The execution of Crips gang co-founder Stanley Tookie Williams and the looming lethal injections of two more men early next year have revived a long-running discussion over whether executions will accelerate on the nation’s largest death row, reports the Associated Press. Scholars and attorneys have been projecting a revolving door into California’s death chamber, but despite three executions likely in three months, California isn’t about to turn into an execution mill.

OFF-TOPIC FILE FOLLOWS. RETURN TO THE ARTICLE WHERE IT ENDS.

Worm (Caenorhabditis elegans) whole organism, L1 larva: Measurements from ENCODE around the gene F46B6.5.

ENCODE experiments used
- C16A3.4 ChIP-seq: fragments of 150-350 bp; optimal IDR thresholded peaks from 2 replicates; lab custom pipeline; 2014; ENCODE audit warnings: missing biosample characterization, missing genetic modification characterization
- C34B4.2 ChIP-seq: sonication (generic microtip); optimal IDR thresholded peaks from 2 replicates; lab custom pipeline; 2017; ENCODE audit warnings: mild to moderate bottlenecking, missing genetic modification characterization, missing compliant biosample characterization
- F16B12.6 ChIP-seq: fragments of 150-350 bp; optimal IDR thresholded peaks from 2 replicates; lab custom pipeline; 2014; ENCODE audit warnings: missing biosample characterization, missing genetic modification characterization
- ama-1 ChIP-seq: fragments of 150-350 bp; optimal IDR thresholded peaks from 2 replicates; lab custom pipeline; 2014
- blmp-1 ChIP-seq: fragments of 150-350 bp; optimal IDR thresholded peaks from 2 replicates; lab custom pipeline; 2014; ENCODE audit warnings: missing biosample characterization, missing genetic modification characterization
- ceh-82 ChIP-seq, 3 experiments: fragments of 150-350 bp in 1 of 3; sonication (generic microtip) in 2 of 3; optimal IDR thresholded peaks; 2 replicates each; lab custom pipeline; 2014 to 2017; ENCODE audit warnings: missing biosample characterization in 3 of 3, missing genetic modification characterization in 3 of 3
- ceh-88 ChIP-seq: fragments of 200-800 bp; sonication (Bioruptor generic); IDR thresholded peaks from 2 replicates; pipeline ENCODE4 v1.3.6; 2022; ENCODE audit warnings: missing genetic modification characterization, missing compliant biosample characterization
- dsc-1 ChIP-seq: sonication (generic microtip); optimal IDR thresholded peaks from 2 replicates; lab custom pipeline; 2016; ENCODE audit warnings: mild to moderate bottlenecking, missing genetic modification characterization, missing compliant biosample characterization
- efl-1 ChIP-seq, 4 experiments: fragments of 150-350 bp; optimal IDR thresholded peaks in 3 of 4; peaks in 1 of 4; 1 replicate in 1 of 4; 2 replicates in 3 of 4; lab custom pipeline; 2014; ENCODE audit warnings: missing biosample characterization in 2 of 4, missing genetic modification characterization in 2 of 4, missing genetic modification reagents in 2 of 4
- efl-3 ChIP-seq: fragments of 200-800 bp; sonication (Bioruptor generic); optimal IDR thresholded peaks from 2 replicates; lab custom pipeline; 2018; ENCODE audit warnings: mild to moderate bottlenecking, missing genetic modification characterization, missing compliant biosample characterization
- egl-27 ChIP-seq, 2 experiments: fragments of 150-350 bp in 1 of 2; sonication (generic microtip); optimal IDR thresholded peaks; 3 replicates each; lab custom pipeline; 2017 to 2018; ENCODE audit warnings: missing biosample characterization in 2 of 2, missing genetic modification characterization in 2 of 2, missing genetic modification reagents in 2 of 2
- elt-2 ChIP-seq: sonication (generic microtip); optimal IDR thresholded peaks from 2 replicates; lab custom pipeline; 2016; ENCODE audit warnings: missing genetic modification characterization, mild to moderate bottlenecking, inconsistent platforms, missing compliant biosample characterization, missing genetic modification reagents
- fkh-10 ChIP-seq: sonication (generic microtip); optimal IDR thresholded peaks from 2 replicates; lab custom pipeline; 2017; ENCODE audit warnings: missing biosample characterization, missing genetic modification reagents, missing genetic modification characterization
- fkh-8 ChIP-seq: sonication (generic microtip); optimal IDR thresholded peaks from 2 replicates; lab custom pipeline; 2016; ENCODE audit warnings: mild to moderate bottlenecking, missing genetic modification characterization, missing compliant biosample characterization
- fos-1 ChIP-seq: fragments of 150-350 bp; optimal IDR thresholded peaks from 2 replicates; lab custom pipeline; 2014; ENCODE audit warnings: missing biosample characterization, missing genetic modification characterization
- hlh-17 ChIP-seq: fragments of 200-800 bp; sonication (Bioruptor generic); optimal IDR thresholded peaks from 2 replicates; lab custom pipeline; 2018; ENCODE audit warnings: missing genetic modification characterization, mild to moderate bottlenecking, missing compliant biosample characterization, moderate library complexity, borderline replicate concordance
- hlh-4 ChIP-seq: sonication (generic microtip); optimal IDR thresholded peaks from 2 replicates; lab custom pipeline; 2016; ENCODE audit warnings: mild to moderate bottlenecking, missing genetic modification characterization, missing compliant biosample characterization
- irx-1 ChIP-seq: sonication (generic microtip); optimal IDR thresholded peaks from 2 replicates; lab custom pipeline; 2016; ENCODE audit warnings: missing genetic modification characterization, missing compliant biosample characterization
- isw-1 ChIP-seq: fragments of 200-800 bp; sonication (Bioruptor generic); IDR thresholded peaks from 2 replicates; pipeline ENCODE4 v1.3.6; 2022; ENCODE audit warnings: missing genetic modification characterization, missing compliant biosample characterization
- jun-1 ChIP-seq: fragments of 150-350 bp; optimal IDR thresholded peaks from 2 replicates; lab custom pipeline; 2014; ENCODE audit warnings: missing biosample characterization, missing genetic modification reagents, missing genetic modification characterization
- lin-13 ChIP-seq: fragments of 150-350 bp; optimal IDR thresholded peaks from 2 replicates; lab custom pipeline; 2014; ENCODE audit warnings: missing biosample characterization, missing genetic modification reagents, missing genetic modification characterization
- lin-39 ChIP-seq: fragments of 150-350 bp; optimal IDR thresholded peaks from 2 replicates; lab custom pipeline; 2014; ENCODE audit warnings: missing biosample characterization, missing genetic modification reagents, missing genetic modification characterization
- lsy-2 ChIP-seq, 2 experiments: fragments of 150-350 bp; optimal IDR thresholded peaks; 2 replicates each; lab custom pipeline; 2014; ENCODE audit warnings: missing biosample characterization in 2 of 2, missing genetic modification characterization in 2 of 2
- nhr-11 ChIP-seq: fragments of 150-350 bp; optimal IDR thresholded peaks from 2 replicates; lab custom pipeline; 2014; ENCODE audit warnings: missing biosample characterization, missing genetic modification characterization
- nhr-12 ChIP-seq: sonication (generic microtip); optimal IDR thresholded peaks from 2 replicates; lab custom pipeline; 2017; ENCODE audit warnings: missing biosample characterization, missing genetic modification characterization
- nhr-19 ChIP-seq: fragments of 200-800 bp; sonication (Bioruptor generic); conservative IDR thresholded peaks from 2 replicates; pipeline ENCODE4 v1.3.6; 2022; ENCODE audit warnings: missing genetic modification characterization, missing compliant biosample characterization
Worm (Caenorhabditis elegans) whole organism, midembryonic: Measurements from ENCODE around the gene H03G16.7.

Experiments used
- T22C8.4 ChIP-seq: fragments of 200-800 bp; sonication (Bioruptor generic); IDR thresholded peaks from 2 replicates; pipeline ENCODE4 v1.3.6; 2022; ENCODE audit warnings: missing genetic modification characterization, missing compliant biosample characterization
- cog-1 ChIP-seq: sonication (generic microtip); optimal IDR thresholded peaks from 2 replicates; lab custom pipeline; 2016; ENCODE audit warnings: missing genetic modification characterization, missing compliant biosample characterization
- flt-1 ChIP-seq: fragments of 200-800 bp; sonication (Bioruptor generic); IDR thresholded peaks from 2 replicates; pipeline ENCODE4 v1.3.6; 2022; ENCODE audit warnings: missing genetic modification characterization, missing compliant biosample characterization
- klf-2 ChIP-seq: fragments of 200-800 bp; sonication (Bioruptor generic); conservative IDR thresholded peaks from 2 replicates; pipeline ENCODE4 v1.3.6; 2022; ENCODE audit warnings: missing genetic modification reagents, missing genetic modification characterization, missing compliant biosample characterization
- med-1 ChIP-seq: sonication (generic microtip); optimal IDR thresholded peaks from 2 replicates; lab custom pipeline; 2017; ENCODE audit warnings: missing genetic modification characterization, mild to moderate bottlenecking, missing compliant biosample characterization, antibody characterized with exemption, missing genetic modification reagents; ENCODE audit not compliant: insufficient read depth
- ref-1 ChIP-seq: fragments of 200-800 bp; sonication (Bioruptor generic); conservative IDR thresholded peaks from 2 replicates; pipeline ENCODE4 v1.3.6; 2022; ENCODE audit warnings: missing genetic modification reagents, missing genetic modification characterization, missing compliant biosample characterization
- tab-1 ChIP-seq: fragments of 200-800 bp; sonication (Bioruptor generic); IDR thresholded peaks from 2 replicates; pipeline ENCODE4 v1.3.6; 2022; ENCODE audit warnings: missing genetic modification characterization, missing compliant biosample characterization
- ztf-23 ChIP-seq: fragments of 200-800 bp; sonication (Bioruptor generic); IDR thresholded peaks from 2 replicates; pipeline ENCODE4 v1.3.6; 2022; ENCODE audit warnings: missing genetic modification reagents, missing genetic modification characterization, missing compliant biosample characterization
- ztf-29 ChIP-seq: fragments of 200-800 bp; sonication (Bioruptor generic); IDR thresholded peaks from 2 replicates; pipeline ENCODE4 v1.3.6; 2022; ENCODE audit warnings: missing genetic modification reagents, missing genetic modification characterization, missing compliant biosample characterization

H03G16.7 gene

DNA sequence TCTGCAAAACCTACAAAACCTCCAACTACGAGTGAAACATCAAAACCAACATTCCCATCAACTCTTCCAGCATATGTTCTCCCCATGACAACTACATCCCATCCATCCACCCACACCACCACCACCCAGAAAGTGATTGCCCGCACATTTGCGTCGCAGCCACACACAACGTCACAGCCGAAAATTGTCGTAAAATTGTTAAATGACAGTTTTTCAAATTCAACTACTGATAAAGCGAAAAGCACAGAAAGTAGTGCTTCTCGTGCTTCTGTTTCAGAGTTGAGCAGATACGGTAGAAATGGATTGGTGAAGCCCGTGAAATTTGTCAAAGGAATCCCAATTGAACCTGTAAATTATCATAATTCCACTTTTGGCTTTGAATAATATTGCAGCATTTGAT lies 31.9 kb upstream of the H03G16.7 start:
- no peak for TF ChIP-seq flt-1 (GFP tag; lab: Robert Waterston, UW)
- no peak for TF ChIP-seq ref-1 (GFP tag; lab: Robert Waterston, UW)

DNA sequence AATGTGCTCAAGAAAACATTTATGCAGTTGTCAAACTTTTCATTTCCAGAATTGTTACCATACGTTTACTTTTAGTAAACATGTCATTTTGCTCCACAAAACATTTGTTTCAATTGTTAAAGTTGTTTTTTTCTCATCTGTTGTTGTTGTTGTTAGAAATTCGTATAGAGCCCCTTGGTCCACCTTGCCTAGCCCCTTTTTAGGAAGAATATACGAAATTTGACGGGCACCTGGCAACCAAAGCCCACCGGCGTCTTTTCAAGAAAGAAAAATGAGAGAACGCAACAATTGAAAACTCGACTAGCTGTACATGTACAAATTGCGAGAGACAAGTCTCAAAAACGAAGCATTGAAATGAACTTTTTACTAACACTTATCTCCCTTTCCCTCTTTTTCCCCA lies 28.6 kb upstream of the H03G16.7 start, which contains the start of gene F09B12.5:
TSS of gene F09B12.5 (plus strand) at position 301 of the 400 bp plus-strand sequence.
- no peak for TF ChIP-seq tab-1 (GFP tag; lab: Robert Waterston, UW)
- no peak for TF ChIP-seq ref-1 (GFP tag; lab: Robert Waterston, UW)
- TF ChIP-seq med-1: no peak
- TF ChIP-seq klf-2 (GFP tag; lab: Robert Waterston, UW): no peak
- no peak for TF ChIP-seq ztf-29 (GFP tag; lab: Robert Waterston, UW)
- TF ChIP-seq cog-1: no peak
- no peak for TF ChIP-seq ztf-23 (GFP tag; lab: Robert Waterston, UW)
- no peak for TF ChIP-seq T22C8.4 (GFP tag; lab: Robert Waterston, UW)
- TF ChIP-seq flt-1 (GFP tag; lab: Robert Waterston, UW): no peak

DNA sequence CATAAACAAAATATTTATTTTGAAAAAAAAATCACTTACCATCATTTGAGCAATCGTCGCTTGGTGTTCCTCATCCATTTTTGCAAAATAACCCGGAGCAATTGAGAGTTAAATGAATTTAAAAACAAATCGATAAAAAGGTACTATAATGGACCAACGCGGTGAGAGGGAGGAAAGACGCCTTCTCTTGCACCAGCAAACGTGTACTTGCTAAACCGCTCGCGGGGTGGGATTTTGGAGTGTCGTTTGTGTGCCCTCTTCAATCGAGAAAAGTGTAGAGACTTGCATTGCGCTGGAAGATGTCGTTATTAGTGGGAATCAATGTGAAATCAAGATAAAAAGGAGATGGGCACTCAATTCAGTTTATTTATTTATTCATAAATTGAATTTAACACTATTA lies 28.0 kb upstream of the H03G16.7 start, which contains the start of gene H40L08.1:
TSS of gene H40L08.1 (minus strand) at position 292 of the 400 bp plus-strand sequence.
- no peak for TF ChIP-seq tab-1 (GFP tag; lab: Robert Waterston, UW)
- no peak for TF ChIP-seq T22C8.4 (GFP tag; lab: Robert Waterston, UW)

“I’ve said often we don’t want to churn them out like they do in other states,” California Supreme Court Chief Justice Ronald George said recently. Since 1977, when the death penalty was reinstated, California has executed only 12 inmates, while 646 inmates now wait their turn at San Quentin State Prison. It took 24 years to put Williams to death Dec. 13 for four 1979 shotgun murders in Los Angeles County. By comparison, Texas, the nation’s most frequent executioner, has carried out 355 killings since 1982.